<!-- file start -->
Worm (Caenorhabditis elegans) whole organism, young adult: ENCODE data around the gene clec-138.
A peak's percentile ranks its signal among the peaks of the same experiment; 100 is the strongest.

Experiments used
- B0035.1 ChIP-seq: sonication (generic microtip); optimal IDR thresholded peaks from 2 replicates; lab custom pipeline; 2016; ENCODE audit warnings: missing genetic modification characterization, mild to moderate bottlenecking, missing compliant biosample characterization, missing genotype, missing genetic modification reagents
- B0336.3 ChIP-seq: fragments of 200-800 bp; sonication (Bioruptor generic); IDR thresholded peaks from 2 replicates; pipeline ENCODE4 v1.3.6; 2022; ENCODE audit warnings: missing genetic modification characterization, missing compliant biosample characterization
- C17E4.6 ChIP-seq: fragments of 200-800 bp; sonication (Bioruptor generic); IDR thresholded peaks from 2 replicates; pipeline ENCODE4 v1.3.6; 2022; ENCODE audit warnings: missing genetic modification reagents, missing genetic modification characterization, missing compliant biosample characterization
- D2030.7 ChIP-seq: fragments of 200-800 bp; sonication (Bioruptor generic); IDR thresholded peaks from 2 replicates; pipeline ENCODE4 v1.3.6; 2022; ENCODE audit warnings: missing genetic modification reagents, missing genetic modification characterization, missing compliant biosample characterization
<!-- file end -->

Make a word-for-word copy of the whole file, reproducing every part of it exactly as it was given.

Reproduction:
Worm (Caenorhabditis elegans) whole organism, young adult: ENCODE data around the gene clec-138.
A peak's percentile ranks its signal among the peaks of the same experiment; 100 is the strongest.

Experiments used
- B0035.1 ChIP-seq: sonication (generic microtip); optimal IDR thresholded peaks from 2 replicates; lab custom pipeline; 2016; ENCODE audit warnings: missing genetic modification characterization, mild to moderate bottlenecking, missing compliant biosample characterization, missing genotype, missing genetic modification reagents
- B0336.3 ChIP-seq: fragments of 200-800 bp; sonication (Bioruptor generic); IDR thresholded peaks from 2 replicates; pipeline ENCODE4 v1.3.6; 2022; ENCODE audit warnings: missing genetic modification characterization, missing compliant biosample characterization
- C17E4.6 ChIP-seq: fragments of 200-800 bp; sonication (Bioruptor generic); IDR thresholded peaks from 2 replicates; pipeline ENCODE4 v1.3.6; 2022; ENCODE audit warnings: missing genetic modification reagents, missing genetic modification characterization, missing compliant biosample characterization
- D2030.7 ChIP-seq: fragments of 200-800 bp; sonication (Bioruptor generic); IDR thresholded peaks from 2 replicates; pipeline ENCODE4 v1.3.6; 2022; ENCODE audit warnings: missing genetic modification reagents, missing genetic modification characterization, missing compliant biosample characterization